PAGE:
of the brexit process. and in accordance with the wishes of the british people, the united kingdom is leaving the european union. this is an historic moment from which there can be no turning back. well, after a stuttering start, negotiations on a withdrawal agreement have made progress. legal text has been agreed on a financial settlement, the divorce bill. the government says the uk will pay the eu up to £39 billion to cover things like outstanding bills and pensions. there is also broad agreement on the rights after brexit of eu citizens here in the uk and uk citizens elsewhere in europe. and crucially, on the terms of a 21—month transition period after brexit when the uk will continue to abide by all eu rules and regulations. the transition will give governments and businesses more time to get ready for a new relationship in the future. but there's still an awful lot to do in the next 12 months. both sides have promised no return
to a hard border in ireland. there are intensive talks on how to guarantee that once the uk leaves the single market and the customs union. there is also no full agreement yet on the role of the european court ofjustice after brexit. while elsewhere, spain, for example, is insisting that it must be consulted on the future status of gibraltar. as for a new trade deal between the uk and the eu, talks on that haven't yet begun. the eu says the uk's red lines limit what can be achieved. but the uk still wants the most ambitious free—trade agreement in history. customs is one obvious challenge. the future of fishing another. the aim is to reach a broad political agreement by october. but detailed trade negotiations will have to continue long after the uk has left. so, is brexit on track? well, there are two big warning signs. firstly, nothing is agreed until everything is agreed. in other words, failure to reach agreement on one issue could bring the withdrawal deal crashing down.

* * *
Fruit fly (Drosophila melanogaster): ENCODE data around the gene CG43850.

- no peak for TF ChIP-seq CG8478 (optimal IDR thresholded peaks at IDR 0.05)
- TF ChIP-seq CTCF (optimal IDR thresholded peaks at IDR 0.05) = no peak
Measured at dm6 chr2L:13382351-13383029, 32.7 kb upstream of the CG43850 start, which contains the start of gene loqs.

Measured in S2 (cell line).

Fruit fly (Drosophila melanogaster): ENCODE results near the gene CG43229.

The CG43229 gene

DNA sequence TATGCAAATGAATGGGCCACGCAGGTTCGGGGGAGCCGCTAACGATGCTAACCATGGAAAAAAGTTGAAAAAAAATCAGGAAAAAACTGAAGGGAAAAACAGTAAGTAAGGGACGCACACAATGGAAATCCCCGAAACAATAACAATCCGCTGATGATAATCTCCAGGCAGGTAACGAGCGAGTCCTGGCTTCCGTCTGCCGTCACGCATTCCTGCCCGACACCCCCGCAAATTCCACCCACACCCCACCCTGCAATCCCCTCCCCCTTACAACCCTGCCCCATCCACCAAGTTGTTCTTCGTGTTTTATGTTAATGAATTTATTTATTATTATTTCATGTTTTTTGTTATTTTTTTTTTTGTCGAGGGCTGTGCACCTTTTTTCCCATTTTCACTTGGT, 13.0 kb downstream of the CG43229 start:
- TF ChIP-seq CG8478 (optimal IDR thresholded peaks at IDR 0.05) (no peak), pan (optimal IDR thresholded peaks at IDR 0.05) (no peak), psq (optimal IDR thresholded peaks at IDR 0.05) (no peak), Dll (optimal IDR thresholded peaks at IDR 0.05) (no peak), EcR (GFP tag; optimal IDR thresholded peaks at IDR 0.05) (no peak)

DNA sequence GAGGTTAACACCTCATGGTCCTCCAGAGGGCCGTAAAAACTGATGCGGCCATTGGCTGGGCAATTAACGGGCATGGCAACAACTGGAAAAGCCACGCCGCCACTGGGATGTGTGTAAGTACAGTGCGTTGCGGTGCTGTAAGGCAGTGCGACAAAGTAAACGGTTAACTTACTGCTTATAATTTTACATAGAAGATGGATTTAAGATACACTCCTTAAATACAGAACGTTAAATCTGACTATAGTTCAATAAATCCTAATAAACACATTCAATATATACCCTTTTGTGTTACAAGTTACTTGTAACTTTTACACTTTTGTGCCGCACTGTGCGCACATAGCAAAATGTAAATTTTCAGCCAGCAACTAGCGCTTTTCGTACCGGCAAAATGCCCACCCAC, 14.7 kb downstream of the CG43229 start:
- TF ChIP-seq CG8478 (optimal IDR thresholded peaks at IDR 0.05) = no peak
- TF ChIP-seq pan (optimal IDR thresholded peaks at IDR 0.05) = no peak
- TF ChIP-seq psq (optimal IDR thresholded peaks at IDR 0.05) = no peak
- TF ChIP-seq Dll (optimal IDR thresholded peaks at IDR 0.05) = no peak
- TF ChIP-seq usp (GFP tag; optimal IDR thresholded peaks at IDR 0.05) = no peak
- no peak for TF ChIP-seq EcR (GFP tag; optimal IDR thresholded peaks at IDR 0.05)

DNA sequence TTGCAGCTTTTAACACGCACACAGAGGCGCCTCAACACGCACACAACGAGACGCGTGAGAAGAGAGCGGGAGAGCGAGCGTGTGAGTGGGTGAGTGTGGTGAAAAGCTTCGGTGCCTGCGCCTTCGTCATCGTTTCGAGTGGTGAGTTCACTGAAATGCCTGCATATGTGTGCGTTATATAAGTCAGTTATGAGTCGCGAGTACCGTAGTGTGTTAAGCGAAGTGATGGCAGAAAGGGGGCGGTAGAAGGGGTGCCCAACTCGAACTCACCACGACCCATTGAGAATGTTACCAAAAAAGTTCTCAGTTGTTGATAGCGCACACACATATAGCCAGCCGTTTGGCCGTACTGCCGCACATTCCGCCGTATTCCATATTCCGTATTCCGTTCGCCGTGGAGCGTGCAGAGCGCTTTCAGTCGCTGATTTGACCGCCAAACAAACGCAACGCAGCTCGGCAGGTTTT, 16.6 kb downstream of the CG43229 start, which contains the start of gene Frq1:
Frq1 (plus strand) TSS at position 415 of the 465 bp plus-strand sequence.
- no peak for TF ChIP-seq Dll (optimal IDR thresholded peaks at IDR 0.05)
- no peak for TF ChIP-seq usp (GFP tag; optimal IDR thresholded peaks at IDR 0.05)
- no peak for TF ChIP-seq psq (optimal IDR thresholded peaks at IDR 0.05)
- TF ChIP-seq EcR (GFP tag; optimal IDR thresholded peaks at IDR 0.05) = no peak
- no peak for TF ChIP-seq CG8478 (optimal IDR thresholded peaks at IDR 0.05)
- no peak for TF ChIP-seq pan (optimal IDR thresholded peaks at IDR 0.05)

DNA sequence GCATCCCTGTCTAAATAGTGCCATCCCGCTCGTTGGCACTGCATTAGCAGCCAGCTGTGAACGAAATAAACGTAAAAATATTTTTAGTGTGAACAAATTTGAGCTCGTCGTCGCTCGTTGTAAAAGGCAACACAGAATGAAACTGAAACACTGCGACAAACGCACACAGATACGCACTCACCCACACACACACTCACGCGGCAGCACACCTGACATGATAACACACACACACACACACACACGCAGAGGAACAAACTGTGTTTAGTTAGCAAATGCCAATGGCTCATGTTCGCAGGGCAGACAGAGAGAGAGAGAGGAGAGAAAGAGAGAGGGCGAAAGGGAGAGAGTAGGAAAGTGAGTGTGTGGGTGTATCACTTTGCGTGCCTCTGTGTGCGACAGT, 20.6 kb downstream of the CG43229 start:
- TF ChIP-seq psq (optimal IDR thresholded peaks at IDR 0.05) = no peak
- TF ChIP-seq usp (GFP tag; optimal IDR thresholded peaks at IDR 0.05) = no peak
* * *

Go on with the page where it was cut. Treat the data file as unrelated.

and secondly, it is far from clear whether the government has a majority in the house of commons to win approval for the brexit it wants. there's just one year left, but there is still a long way to go. our assistant political editor, norman smith, is in westminster. when you listen to that, quite a lot of challenges involvements. perhaps the most amazing thing is we have got this far! if you think back to the aftermath of the referendum, leading brexiteers were standing around like shell—shocked goldfish, not sure how to do it, question marks about whether theresa may could survive, whether banks and businesses would flee the country, none of that has happened. instead mrs may has ground her way forward remorselessly, getting mps to
trigger article 50, getting the divorce bill agreed, getting the withdrawal agreement agreed, getting the transitional deal agreed, and it reminds me a bit of walking up a scottish munro, people dance off into the horizon and one out of puff, those who slowly clawed onwards and upwards, and that is mrs may's approach. there are still huge problems ahead. what will happen about the northern ireland border? what happens if the eu will not give us what happens if the eu will not give usa what happens if the eu will not give us a decent trade deal? what happens if mps vote down the final brexit deal? all of which said, within downing street, i think there is now more confidence that they are going to be able to get the trade deal and to be able to get the trade deal and to deliver brexit perhaps than any time since the referendum. norman, for now, thank you. norman smith at westminster. the queen has marked maundy thursday by taking part in the ancient ceremony of distributing commemorative coins to pensioners.
the presentation of the money took place during the royal maundy service at st george's chapel, windsor castle. time for a look at the weather. here's ben rich. the signs are not too bad for the start of the easter getaway. thing is not looking too bad at the moment. in places, some sunshine. that was nottinghamshire early on. not like that everywhere. showers spreading in from the south. dorset looking pretty soggy. the afternoon, showers continuing to drift in from the south, some heavy with pale and thunder, still showers of rain, sleet and hill snow across scotland. in between, dry weather and sunshine. this evening and